When Young Justice first aired I was very intrigued because of the Timm-style animation even though Bruce’s name wasn’t attached to the project. I instantly fell in love, the young heroes were engaging and endearing. It felt like Justice League all over again. While the episodes weren’t based on individual stories from the comics it managed to take decades of canon and explain in understandable 22 minute blocks. Saying I was obsessed is the gravest of understatements. It didn’t take very long for the plot twists to start popping up and soon the show had the exact same feel as Justice League Unlimited.
So of course, like all good shows, it got cancelled and I was heartbroken but not surprised. It was cancelled for the exact same reasons JLU did. It was appealing to an older audience who appreciated the ongoing plot and story arches but it wasn’t getting enough attention from the younger viewers. Shortly after the announcement that Cartoon Network would air the remaining episodes that were already finished and even bigger tidal wave hit avid DCAU fans: Bruce Timm would be stepping down as supervising producer for all DC Original Animated Movies.
There has been speculation on what exactly Bruce Timm is working on since he is still very much employed by Warner Bros. Lots of hopeful fans are pulling for the rumor that he is developing a brand new Justice League series but I’m not entirely convinced. In 2014 the next straight-to-DVD movie will be an animated adaptation of Geoff Johns’ first run on New 52 Justice League. Bleh. I’m unimpressed. If they are hoping Bruce can start creating a show based on that version of the team then I’m apprehensive about how the joy from the Timm-verse will be reflected.
In my dream world Bruce Timm would be in charge of DC Entertainment. I feel like he has enough knowledge and admiration of the source material to adapt a live-action movie. If he were in charge of the movies we would have a Batman whose tortured soul is something we want to console instead of mock and a Superman that doesn’t need to kill first to know that it’s wrong. We would have a Wonder Woman. He would excel at showcasing the dynamics of a team without skimping on the flashy action scenes. It would be feel-good like Marvel’s The Avengers was! You could take your kids and your co-workers and still have fun. Plus, I bet Bruce Timm would do an outrageously good job working with a casting director that took more time at finding the perfect actor instead of a big name that would do a suitable job.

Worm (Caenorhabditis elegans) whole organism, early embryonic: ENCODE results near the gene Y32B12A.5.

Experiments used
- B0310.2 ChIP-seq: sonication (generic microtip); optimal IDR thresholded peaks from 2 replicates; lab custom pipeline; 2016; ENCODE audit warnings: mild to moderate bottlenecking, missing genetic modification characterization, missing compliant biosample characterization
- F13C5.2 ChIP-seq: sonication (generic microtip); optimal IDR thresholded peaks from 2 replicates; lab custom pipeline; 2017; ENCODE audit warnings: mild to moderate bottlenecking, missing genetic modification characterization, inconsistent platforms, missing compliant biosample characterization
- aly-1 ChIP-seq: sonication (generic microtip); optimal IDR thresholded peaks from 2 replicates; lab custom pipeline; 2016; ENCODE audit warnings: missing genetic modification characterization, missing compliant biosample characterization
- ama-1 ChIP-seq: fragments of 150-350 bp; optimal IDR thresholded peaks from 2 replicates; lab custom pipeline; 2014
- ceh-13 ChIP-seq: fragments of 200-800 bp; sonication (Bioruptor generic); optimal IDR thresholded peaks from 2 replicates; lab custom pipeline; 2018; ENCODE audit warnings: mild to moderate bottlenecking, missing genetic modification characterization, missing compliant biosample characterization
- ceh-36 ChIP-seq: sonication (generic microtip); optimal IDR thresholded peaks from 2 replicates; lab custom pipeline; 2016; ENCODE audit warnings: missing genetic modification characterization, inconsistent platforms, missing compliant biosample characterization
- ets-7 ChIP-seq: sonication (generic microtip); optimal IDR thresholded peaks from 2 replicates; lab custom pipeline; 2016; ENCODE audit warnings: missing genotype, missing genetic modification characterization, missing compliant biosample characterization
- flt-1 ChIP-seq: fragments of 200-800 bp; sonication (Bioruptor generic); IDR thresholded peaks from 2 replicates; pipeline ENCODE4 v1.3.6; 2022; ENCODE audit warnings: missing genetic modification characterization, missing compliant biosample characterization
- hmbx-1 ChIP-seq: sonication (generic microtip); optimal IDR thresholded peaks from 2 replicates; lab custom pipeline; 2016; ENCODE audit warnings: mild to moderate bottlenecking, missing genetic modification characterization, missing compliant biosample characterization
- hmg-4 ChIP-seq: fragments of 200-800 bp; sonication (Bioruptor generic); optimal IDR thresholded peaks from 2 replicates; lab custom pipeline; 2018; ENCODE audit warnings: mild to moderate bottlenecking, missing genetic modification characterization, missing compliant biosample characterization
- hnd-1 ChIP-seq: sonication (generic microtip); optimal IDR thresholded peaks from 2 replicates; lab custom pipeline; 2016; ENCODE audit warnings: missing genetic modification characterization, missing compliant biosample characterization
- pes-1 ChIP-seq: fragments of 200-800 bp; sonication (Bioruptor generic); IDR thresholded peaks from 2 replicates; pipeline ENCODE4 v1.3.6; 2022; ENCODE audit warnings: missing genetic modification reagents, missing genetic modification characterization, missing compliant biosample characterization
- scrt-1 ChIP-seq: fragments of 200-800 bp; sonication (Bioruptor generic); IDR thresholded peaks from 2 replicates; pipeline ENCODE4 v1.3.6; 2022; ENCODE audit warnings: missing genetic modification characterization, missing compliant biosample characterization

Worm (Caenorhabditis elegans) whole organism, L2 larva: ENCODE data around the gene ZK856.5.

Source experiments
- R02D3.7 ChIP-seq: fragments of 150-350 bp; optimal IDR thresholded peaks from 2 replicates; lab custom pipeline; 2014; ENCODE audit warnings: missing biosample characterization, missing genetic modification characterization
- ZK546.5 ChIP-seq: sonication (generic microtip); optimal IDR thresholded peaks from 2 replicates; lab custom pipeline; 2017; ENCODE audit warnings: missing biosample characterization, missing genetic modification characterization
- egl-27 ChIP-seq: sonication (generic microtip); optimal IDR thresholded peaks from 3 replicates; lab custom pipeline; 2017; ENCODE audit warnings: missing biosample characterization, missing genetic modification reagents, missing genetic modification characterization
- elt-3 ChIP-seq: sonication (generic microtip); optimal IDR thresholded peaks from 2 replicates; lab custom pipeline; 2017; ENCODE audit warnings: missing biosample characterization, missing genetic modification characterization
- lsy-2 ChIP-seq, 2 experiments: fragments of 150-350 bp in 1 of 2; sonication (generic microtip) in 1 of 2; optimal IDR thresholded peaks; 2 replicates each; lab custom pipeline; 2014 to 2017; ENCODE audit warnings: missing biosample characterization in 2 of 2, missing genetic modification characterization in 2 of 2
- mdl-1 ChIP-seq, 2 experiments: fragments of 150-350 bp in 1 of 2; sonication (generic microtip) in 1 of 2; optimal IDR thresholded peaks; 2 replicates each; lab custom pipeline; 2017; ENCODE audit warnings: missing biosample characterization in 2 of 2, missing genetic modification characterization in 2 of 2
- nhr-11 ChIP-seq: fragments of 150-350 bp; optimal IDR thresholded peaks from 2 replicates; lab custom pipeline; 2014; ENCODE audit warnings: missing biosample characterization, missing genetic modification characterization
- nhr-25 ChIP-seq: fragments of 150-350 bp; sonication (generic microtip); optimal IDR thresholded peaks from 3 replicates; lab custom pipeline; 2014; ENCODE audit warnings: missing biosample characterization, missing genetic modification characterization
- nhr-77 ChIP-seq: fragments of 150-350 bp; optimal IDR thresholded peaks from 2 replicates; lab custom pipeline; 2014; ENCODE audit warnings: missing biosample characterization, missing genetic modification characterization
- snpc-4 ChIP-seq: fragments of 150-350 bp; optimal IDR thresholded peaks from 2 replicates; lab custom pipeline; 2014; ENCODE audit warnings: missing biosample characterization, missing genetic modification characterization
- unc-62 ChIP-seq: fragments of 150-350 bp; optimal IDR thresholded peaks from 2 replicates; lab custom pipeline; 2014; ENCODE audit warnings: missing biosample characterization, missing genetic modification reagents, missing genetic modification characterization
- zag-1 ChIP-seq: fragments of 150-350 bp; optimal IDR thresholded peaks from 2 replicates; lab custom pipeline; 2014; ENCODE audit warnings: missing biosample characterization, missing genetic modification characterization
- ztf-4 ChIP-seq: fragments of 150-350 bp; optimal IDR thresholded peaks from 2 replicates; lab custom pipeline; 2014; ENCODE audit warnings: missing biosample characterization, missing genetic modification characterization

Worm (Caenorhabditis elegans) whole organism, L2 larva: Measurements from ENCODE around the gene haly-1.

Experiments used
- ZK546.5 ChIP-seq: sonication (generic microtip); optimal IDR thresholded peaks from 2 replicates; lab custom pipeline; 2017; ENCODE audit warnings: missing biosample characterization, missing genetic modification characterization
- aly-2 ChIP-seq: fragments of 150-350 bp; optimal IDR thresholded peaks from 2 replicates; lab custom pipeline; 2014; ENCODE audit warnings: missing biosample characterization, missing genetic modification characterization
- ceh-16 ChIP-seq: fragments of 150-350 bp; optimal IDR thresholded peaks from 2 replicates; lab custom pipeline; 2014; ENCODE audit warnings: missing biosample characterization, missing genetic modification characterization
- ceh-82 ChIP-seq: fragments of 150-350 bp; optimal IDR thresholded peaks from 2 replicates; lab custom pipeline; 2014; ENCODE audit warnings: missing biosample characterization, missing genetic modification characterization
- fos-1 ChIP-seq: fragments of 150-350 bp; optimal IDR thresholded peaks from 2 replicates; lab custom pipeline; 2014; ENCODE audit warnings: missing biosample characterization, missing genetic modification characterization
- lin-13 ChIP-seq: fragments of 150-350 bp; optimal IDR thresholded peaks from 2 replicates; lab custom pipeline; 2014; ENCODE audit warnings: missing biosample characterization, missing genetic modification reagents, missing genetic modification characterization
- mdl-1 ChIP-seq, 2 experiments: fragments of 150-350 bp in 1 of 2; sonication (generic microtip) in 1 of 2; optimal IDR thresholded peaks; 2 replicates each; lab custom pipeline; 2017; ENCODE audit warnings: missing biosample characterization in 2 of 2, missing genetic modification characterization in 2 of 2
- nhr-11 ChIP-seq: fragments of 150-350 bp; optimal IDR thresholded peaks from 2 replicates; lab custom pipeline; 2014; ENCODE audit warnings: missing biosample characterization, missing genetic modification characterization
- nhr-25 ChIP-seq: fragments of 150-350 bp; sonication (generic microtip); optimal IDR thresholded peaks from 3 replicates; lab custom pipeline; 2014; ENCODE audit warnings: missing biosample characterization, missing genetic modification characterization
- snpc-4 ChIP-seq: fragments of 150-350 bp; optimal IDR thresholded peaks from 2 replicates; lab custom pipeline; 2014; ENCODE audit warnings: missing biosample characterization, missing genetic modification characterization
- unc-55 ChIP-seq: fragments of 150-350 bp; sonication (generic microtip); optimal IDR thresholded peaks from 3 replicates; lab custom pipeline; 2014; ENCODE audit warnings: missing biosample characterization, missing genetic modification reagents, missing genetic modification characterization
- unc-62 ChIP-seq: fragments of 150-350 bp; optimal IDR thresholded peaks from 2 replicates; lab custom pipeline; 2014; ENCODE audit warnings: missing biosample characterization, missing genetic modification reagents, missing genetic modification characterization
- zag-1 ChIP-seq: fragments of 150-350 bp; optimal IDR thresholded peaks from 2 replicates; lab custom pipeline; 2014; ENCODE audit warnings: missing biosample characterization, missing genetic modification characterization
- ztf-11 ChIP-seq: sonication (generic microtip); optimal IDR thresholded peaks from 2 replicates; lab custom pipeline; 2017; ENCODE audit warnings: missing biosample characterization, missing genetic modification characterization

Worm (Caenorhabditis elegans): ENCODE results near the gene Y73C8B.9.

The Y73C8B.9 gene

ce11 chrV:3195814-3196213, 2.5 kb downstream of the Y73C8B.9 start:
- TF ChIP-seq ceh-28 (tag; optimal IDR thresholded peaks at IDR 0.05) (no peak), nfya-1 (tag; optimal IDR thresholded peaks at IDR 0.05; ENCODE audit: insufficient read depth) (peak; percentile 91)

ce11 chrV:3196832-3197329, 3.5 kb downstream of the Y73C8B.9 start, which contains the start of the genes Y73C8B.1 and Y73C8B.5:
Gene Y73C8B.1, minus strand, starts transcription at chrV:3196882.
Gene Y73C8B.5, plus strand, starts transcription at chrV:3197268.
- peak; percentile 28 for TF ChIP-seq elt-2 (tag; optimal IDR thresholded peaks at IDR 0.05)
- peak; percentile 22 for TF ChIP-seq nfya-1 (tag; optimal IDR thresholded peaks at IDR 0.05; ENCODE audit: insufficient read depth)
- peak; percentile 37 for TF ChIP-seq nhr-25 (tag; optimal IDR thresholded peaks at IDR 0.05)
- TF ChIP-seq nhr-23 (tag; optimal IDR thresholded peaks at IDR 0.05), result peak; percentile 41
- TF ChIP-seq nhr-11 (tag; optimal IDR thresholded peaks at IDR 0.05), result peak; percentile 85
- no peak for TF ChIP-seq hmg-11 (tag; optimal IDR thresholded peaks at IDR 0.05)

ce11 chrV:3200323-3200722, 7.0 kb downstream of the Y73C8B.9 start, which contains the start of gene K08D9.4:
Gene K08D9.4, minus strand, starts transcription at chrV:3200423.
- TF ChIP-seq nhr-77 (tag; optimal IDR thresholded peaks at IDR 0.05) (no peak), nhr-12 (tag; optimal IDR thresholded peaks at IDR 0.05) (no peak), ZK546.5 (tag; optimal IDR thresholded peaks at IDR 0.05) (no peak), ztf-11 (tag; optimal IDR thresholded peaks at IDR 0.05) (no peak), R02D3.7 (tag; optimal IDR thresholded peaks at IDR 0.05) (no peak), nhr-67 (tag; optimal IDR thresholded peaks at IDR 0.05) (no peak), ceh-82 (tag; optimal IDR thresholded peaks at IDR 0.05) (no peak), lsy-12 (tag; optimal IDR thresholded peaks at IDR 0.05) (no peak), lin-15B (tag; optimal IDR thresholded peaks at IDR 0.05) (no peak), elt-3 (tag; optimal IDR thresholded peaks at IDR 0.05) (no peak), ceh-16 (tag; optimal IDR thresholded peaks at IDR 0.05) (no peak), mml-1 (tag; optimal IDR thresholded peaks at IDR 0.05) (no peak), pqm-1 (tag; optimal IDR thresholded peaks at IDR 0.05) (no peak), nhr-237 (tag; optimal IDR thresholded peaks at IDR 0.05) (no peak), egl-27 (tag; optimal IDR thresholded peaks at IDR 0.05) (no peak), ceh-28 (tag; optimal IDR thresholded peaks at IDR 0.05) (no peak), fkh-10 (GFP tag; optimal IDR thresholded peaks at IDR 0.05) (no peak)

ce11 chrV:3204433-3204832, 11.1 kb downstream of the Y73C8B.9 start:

If all movie studios strive to make “Avengers money” off their blockbusters why aren’t they trying to accomplish what Kevin Feige set out to do? Why aren’t they trying to tell a good story without dumbing anything down to appeal to a more broad audience? I read thread on Reddit about how someone figured out why DC movies don’t work for them as much as Marvel ones do. She theorizes that since Warner Bros. doesn’t have any sense of loyalty or pride in the comic books they base their movies off of they keep trying to apologize for their superhero blockbuster. “Here’s the Batman movie you guys want but it’s not reaaaallly Batman! It’s, like, a cooler Batman.” Or “You guys love Superman, right? Well here’s a darker, grittier version of him that isn’t so wholesome because that’s totally lame!” Marvel Studios however doesn’t shy away from the silliness of comic books, in fact they are celebrating it. Their philosophy has been, “even if we have to tell a dark story, let’s not be sad about it—let’s give them something to hope for!” Marvel Studios isn’t trying to convince you that superheroes are normal people, they are telling you that being a superhero is being a SUPER HERO. You make the right choice because it’s the right thing to do. You save lives because they need to be saved. You fight until you can’t fight anymore because if you don’t then who will.
This got away from me and I apologize. What I’m trying to say is I think it’s very possible to make a Justice League movie that is full of action, well-written, and appeals to a general audience. I just don’t think Zack Snyder and David Goyer are going to tell that story. I nominate Bruce Timm, because his biggest mistake was making cartoons that adults loved too much and in my book that’s an admirable way to go down in history.